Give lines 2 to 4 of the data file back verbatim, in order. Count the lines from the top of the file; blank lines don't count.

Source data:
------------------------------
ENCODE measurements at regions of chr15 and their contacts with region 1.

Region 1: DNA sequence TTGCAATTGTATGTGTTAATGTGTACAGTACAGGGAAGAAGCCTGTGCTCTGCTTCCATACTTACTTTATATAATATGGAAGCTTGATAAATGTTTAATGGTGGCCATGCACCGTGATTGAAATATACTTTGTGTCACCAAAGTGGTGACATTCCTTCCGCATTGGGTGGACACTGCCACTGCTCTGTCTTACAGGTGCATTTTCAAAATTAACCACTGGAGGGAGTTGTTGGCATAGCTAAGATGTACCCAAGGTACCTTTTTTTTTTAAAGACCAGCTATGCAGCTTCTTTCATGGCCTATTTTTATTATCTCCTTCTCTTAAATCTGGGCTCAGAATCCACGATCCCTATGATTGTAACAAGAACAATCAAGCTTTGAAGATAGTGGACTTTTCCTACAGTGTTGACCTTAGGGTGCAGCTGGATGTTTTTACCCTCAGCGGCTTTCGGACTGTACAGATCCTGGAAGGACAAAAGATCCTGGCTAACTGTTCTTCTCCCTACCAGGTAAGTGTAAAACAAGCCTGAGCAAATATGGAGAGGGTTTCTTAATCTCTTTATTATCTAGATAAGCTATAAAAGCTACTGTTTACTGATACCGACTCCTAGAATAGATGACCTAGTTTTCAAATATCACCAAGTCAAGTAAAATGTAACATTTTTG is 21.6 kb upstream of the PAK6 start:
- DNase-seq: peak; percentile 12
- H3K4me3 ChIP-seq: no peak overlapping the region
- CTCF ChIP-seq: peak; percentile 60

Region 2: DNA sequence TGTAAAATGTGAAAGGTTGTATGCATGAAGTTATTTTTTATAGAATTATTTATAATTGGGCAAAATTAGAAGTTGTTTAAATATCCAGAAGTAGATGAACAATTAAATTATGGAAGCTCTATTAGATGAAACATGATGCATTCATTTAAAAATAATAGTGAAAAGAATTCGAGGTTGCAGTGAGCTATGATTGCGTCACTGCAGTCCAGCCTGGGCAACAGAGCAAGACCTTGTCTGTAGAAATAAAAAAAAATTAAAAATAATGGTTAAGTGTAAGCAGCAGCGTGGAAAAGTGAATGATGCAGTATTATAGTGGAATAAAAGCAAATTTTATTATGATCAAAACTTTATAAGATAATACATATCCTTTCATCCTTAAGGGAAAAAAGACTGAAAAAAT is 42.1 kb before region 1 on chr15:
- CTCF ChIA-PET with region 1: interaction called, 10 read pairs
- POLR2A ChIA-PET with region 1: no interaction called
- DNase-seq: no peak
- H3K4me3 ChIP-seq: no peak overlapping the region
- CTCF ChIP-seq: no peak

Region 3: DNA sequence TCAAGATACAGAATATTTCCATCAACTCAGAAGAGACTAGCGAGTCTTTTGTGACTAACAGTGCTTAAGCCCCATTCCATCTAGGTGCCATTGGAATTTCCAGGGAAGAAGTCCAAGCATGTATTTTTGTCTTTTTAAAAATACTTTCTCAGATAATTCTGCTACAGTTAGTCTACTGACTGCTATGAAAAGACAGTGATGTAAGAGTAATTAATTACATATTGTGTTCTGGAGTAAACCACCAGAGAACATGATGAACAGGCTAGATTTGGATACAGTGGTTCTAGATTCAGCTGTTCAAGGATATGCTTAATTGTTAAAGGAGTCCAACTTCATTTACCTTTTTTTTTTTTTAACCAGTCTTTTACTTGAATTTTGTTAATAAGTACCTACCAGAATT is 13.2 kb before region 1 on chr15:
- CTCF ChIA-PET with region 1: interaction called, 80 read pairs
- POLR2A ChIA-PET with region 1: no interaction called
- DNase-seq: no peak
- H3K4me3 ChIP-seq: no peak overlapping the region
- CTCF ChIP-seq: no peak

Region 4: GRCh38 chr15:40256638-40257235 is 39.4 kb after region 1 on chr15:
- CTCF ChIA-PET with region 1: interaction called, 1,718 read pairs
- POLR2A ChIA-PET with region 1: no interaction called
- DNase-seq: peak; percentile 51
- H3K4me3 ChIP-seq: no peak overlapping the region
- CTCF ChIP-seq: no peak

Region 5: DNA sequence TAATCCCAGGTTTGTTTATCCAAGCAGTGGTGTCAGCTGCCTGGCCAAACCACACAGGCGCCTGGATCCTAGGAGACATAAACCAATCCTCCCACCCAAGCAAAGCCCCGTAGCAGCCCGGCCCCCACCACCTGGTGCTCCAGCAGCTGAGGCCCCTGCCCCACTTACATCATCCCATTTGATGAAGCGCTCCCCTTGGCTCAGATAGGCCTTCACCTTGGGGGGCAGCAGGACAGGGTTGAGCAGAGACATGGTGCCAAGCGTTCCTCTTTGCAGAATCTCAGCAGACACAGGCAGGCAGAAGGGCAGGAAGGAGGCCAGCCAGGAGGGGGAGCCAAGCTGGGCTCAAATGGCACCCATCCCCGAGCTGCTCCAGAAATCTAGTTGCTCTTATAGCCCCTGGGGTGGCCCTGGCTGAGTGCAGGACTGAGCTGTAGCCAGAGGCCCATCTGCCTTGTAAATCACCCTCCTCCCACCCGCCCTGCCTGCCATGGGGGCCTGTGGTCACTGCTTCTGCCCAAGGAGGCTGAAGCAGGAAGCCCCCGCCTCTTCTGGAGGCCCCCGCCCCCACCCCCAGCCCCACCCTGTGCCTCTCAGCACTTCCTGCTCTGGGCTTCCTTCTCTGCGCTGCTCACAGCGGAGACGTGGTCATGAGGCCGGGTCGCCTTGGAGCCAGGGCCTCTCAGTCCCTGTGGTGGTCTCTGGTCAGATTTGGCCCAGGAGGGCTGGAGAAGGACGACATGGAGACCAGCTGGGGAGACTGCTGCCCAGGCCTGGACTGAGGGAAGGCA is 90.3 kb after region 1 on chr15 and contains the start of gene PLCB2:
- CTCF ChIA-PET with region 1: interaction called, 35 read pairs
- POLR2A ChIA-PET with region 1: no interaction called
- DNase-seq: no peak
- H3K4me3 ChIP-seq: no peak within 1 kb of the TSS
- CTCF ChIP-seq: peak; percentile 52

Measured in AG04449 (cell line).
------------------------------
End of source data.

Region 1: DNA sequence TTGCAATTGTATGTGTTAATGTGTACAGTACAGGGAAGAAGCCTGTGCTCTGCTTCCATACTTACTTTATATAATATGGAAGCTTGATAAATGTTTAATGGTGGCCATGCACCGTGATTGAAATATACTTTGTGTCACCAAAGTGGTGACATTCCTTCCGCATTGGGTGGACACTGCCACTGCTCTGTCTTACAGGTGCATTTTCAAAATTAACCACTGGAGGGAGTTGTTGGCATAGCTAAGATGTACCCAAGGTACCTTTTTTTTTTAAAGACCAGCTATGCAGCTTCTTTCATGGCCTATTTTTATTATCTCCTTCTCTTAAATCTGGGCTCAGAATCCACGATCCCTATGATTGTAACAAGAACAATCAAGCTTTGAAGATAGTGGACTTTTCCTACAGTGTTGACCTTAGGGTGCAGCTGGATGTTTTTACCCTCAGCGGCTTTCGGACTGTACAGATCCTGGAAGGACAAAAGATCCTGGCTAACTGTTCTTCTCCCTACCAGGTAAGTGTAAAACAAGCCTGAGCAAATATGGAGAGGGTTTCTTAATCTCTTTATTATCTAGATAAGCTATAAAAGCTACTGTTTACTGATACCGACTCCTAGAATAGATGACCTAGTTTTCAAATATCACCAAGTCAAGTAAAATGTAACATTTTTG is 21.6 kb upstream of the PAK6 start:
- DNase-seq: peak; percentile 12
- H3K4me3 ChIP-seq: no peak overlapping the region